SecureDrop uses Alembic for database schema migrations. This guide is not a complete explanation of
alembic is or how it is used, so the original documentation should be read.
securedrop/ directory, the file
alembic.ini contains the configuration needed to run
alembic commands, and the directory
alembic/ contains the Python code that executes
The directory looks like this.
. ├── alembic │ ├── env.py │ ├── script.py.mako │ └── versions │ ├── 15ac9509fc68_init.py │ └── faac8092c123_enable_security_pragmas.py └── alembic.ini
versions/ individual migrations that are generated by
alembic. In the
example above, there are two migrations.
alembic orders these migrations based off of values in
the Python files, not off any sort of lexicographic ordering. The file
faac8092c123_enable_security_pragmas.py has a module-level documentation string that specifies
that it comes after
15ac9509fc68_init.py as well as variables used by alembic that specify the
ordering of migrations.
Database migrations are automatically applied to production instances via the command
alembic upgrade head in the
postinst script in the
securedrop-app-code Debian package.
You do not need to worry about when or how these migrations are applied.
Updating the Models¶
When you want to modify the database schema, you need to add adjust the models in the file
models.py. All indices, constraints, or other metadata about the scheme needs to be in this
file. The development server creates tables directly from the subclasses of
db.Model so that
they are available for manual and automated testing.
Once you are satisfied with your new model,
alembic can auto-generate migrations using
SQLAlchemy metadata and comparing it to the schema of an up-to-date SQLite database. To generate a
new migration use the following steps.
cd securedrop/ ./bin/dev-shell source bin/dev-deps maybe_create_config_py ./bin/new-migration 'my migration message'
This will output a new migration into
alembic/versions/. You will need to verify that this
migration produced the desired output. While still in the
dev-shell, you can run the following
command to see an output of the SQL that will be generated.
alembic upgrade head --sql
Unit Testing Migrations¶
The test suite already comes with a test runner (
test_alembic.py) that runs a series of checks
to ensure migration’s upgrade and downgrade commands are idempotent and don’t break the database.
The test runner uses dynamic module import to iterate through all the migrations. You will need to
create a python module in the
tests/migrations/ directory. You module MUST be named
migration_<revision identifier>.py. For example, if your revision is named
15ac9509fc68_init.py, your test module will be named
Example modules for the first two revisions are shown below.
tests/migrations/ ├── __init__.py ├── migration_15ac9509fc68.py └── migration_faac8092c123.py
Your module MUST contain the following classes with the following attributes.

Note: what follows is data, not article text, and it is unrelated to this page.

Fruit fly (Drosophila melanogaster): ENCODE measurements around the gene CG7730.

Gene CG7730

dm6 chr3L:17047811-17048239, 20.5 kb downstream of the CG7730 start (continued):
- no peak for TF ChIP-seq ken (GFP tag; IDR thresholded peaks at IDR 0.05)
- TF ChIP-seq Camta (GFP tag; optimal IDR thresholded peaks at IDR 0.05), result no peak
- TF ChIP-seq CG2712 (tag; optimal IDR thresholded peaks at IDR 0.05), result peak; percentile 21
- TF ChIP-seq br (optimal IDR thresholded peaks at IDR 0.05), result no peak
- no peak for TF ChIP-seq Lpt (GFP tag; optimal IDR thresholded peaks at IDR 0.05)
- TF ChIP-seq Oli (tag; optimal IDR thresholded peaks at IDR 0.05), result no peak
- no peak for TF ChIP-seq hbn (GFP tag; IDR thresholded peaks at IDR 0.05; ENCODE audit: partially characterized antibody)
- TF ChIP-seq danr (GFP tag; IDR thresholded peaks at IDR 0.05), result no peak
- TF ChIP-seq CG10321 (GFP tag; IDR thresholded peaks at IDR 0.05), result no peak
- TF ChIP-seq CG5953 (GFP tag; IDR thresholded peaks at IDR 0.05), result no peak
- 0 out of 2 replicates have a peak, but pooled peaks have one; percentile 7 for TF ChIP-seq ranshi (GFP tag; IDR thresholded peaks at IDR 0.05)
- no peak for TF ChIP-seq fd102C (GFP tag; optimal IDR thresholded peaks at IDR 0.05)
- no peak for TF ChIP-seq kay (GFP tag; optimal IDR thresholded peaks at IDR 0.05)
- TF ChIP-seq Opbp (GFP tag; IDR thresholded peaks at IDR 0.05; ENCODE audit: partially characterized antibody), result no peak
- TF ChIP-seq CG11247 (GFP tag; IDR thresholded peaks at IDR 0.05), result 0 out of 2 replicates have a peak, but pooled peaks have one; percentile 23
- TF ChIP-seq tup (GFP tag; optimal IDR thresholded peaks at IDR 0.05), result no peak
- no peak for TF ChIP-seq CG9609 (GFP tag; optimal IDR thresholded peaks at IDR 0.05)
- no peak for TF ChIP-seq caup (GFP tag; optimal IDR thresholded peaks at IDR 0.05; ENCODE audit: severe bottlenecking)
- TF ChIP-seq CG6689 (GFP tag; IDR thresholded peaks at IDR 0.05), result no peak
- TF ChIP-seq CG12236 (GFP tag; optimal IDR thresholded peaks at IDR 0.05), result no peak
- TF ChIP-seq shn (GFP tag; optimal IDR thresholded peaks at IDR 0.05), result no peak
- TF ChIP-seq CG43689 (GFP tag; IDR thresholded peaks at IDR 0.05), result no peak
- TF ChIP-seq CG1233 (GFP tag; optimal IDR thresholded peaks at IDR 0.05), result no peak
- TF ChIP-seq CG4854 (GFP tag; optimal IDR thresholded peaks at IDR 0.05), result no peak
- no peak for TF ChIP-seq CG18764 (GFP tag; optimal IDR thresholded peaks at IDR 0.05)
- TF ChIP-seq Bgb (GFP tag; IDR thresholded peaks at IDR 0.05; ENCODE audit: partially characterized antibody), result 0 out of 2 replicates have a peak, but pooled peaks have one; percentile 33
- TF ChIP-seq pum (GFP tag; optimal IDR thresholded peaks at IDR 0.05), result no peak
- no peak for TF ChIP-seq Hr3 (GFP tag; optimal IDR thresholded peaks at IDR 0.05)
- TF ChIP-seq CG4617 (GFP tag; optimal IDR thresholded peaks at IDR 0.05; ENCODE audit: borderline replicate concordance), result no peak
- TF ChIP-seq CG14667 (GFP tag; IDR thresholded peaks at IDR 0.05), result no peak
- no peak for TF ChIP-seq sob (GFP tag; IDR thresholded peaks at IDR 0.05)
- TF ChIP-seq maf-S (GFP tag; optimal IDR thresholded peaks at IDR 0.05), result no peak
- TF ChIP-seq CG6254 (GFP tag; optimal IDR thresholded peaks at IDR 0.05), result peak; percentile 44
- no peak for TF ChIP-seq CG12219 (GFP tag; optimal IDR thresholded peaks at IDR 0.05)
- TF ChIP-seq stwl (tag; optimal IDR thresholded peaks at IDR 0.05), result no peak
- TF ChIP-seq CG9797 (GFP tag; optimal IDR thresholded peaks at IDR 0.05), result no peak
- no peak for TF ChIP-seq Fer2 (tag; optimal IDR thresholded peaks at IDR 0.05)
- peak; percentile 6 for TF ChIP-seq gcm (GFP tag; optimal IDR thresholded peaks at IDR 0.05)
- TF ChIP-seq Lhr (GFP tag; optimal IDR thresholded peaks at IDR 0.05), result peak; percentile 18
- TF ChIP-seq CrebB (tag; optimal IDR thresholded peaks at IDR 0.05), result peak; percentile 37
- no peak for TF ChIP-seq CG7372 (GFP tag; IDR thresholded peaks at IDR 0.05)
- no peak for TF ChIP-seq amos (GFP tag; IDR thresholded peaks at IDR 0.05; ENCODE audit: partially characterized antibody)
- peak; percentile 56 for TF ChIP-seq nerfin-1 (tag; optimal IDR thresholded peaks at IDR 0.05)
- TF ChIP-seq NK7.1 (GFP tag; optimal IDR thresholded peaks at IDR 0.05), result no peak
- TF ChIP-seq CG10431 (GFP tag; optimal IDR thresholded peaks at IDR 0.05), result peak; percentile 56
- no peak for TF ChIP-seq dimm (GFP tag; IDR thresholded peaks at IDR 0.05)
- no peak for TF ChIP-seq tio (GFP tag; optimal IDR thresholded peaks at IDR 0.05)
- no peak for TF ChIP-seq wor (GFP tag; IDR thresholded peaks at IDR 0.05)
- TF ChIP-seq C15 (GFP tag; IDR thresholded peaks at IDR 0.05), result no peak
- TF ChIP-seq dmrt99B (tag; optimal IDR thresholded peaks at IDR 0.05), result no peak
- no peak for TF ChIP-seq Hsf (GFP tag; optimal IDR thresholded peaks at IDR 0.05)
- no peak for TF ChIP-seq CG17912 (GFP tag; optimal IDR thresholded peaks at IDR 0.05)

class UpgradeTester: def __init__(self, config): '''This function MUST accept an argument named `config`. You will likely want to save a reference to the config in your class so you can access the database later. ''' self.config = config def load_data(self): '''This function loads data into the database and filesystem. It is executed before the upgrade. ''' pass def check_upgrade(self): '''This function is run after the upgrade and verifies the state of the database or filesystem. It MUST raise an exception if the check fails. ''' pass class DowngradeTester: def __init__(self, config): '''This function MUST accept an argument named `config`. You will likely want to save a reference to the config in your class so you can access the database later. ''' self.config = config def load_data(self): '''This function loads data into the database and filesystem. It is executed before the downgrade. ''' pass def check_downgrade(self): '''This function is run after the downgrade and verifies the state of the database or filesystem. It MUST raise an exception if the check fails. ''' pass
Your migration test needs to load data that covers all edge cases such as potentially broken foreign keys or columns with unexpected content.
Additionally, your test MUST NOT import anything from the
models module as this will not
accurately test your migration, and it will likely break during future code changes. In fact, you
should use as few dependencies as possible in your test including other
securedrop code as well
as external packages. This may be a rather annoying requirement, but it will make the tests more
robust aginst future code changes.
Release Testing Migrations¶
In order to ensure that migrations between from the previous to current version of SecureDrop apply
cleanly in production-like instances, we have a helper script that is designed to load
semi-randomized data into the database. You will need to modify the script
include sample data. This sample data should intentionally include edge cases that might behave
strangely such as data whose nullability is only enforced by the application or missing files.
During QA, the release manager should follow these steps to test the migrations.
- Checkout the previous SecureDrop release
- Build Debian packages locally
- Provision staging VMs
vagrant ssh app-staging
cd /var/www/securedrop && ./qa_loader.py
- Checkout the release candidate
- Re-provision the staging VMs
- Check that nothing went horribly wrong